You could attempt to convince the car makers that a market exists for small, lightweight, incredibly aerodynamic cars that have fuel efficient engines.  But I don't see it because peed demons usually love overpowered cars, not underpowered ones.  

    And remember - every watt of electricity you use from your car lowers the fuel efficiency.  Someone posted a diary about slogging through a Boston rush hour snowstorm - while their passenger had a laptop plugged in.  They talked about getting uncomfortably low on fuel.  No kidding.  


    But why 55, and why not 45? (none / 0) (#34)
    by jerry on Thu Jul 24, 2008 at 11:50:38 AM EST
    Efficiency of the vehicle probably requires knowledge of:
    induced drag, form drag, interference drag, skin friction, rolling resistance of the tires, the footprint of the tires and many other elements all of which can be designed, many of which are functions of the speed of the vehicle, and many of those functions are curves, squares, inverse squares, and sometimes even lines.

    Add em up and you probably get a nicely complex shape for the efficiency of that car.

    When we went to 55 originally, I can believe that 55 seemed like a good place on the car's efficiency curve, and better than 65.

    But three decades later, and knowing that efficicency is
    f(shape of car, shape of tires, kind of gas, kind of engine) than I would be surprised that 55 is once again THE best point, and I would be shocked if it were the best point for ALL cars.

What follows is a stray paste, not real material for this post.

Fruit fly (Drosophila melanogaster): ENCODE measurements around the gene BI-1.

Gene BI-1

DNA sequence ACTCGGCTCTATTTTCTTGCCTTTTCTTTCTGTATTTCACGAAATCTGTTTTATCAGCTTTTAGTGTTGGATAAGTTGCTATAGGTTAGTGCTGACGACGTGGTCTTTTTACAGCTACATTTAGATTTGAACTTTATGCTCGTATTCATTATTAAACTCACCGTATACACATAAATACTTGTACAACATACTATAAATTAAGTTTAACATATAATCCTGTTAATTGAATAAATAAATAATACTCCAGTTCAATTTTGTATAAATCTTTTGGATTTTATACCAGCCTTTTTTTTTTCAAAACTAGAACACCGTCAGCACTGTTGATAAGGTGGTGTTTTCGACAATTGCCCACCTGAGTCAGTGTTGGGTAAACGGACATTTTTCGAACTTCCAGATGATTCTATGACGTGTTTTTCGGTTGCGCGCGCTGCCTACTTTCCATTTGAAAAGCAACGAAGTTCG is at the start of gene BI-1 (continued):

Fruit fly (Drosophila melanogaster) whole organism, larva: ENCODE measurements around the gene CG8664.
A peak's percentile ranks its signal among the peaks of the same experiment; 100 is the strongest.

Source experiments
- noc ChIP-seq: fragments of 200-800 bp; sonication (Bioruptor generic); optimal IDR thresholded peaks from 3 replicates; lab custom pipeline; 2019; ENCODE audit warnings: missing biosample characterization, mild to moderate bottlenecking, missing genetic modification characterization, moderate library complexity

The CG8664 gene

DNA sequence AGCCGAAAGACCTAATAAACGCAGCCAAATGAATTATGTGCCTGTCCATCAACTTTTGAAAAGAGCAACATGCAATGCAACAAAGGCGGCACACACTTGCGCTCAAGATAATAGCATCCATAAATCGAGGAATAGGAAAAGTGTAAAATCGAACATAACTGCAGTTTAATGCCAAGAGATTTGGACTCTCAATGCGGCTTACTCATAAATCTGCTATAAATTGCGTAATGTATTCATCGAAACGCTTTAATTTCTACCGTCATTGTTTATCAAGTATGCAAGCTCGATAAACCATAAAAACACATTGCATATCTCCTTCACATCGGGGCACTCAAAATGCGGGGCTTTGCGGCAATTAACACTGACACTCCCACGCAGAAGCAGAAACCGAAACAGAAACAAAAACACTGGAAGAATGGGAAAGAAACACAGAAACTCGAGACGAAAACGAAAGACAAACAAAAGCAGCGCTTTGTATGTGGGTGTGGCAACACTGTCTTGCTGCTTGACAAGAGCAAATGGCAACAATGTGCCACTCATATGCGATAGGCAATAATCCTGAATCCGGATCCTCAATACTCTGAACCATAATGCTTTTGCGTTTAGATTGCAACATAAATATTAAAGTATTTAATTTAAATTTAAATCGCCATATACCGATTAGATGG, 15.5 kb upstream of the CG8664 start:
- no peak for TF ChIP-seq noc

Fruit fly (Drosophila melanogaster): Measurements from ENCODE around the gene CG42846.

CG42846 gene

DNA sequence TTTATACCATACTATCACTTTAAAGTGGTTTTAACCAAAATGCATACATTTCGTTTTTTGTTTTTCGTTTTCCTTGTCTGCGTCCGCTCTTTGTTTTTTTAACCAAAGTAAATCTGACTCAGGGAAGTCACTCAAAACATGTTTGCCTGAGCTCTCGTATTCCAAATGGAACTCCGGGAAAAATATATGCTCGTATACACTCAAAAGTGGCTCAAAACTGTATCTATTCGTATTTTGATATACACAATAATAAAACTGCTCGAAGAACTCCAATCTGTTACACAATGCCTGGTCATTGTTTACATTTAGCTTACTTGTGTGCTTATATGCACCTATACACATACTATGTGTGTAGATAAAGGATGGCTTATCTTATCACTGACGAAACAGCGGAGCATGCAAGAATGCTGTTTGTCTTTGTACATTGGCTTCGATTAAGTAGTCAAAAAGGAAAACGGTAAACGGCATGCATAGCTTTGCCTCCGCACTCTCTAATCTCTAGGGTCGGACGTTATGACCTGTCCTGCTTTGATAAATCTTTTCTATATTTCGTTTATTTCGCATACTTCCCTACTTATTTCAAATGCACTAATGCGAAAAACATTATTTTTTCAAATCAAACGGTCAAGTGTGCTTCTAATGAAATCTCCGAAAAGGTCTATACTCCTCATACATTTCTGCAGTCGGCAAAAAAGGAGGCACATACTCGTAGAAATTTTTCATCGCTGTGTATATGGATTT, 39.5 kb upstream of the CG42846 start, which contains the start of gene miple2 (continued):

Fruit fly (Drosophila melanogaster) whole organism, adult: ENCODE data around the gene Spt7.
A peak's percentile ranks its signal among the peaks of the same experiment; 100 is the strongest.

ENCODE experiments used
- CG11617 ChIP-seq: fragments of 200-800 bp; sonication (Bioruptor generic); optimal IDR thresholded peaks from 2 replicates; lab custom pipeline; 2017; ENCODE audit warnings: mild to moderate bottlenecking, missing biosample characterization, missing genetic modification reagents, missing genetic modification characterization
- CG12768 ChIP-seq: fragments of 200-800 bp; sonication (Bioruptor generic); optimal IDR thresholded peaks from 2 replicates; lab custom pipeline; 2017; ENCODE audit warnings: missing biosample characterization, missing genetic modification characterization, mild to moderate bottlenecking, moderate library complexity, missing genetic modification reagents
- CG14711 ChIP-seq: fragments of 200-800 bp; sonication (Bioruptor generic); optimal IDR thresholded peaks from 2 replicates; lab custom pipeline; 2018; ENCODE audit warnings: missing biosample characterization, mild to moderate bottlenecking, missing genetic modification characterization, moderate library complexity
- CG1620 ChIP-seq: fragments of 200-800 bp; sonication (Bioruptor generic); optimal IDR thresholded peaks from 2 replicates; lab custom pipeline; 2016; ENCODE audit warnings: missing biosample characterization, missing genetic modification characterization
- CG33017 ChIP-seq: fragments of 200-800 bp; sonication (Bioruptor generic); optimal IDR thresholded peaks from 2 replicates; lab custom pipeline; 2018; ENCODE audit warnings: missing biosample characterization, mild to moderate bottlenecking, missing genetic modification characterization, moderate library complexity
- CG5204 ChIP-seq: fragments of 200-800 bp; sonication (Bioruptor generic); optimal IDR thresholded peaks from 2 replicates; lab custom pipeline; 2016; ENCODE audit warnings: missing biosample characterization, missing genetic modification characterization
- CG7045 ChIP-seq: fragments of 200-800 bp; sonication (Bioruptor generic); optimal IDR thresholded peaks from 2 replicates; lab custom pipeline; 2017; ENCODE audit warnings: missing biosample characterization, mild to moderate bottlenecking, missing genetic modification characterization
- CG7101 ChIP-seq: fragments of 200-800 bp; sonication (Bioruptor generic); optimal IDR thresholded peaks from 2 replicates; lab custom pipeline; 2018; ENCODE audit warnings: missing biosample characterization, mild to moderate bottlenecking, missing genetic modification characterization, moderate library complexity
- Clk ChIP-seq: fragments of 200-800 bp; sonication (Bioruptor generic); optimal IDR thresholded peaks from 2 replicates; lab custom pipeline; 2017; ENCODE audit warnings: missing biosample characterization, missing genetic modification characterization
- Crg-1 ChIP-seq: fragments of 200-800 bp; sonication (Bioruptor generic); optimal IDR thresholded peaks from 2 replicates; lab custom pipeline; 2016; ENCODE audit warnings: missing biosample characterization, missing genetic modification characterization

My guess is that 55 is a political point and not an engineering point.

    I would think that 45 is a much more efficient speed than 55.  And that 35 is a much more efficient speed yet.  And that 0 is the most fuel efficient speed yet, so why not 0?

    I see nothing in our laws (legislated or nature) that says that engineers had to optimize for 55, and so I doubt that Congress was able to pull 55 out of the air and  say, yep, that's the best speed.

    And as I've indicated there are enough factors involved, that I think that if Congress wanted to, they could shove that most efficent speed around (within limits.)


    Nonsense! (none / 0) (#57)
    by robrecht on Fri Jul 25, 2008 at 02:44:04 PM EST
    If you drove in a vaccuum(nifty trick!) then your fuel efficiency would be the same at 5 mph as it is at 100 mph.

    This would only be true if wind resistance were the only factor limiting fuel efficiency.  But, of course, it's not.  You need to look at the torque curve of the engine, and find the point of maximum engine efficiency with the tallest gearing that will allow the engine to cruise smoothly.  Traditionally, it's usually been the highest gear at the lowest rpm above the engine lugging, but with modern engine computers I've heard this may not always been the case.  So I've heard, but I don't necessarily believe it.